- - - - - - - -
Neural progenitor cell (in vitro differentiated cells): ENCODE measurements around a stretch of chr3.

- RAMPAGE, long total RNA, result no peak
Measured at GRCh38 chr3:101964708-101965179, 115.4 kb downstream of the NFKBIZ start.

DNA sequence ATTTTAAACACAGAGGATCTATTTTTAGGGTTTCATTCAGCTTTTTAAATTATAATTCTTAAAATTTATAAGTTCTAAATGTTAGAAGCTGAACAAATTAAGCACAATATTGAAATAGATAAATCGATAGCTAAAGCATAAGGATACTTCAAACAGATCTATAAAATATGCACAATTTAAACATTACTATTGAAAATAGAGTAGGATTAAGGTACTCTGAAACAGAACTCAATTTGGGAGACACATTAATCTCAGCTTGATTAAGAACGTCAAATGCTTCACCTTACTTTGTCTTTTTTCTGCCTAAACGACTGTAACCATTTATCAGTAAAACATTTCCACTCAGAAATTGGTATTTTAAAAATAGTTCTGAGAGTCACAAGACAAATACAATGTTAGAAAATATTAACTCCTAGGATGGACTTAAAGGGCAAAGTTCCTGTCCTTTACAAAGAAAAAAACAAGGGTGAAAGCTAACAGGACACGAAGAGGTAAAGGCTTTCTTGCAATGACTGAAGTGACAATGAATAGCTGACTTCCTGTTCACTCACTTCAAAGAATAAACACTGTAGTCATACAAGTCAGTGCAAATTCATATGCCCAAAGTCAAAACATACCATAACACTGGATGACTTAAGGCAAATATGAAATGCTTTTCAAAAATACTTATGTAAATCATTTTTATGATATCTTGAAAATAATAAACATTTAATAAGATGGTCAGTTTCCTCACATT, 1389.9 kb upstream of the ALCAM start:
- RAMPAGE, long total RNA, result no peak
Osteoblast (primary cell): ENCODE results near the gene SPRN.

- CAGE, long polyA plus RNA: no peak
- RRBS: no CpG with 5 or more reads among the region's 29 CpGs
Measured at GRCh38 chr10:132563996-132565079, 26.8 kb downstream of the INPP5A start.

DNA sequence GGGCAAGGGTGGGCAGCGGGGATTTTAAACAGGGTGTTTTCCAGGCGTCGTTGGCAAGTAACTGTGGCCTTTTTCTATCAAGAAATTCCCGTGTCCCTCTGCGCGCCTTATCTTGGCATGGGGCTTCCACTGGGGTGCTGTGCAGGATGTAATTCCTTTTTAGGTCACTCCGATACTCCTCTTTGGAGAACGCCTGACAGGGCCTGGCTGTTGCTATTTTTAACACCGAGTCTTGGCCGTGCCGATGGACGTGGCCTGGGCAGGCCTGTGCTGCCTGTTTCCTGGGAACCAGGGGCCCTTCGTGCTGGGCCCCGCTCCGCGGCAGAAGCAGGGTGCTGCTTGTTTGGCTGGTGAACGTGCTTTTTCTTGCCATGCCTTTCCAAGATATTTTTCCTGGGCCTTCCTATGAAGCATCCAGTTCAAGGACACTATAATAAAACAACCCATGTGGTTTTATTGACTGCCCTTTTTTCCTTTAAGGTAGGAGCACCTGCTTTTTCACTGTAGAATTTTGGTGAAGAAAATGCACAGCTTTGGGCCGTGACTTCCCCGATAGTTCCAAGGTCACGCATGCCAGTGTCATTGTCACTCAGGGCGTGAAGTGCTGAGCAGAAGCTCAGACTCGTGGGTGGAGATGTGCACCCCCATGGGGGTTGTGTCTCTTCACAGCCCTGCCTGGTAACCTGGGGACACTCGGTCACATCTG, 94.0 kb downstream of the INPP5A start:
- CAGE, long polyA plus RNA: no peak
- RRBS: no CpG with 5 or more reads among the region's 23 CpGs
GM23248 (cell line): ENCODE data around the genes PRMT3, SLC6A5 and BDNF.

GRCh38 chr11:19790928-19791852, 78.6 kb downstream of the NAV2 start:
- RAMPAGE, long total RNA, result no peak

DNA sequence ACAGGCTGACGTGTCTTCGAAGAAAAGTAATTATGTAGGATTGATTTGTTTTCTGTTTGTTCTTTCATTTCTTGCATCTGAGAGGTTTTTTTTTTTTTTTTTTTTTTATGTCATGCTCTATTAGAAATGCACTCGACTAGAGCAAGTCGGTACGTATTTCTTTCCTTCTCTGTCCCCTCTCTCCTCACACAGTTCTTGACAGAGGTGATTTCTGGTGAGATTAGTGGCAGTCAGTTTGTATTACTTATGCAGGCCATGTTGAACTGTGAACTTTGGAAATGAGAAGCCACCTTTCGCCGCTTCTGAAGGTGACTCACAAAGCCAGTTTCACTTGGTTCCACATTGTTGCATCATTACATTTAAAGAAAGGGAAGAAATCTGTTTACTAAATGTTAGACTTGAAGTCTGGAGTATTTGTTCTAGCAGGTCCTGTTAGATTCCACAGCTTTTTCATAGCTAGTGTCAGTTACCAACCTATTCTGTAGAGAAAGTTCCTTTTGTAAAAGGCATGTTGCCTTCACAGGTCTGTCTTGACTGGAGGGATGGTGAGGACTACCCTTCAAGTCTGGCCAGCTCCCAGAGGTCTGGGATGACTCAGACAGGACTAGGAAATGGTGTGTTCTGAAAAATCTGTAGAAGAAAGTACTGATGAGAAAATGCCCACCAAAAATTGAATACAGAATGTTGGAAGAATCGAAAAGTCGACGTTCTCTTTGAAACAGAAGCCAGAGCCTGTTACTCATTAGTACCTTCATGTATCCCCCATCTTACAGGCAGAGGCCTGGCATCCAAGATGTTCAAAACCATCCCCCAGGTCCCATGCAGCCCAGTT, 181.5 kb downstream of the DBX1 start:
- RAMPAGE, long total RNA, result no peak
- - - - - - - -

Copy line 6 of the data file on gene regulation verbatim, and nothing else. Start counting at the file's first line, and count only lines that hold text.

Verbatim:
Osteoblast (primary cell): ENCODE results near the gene SPRN.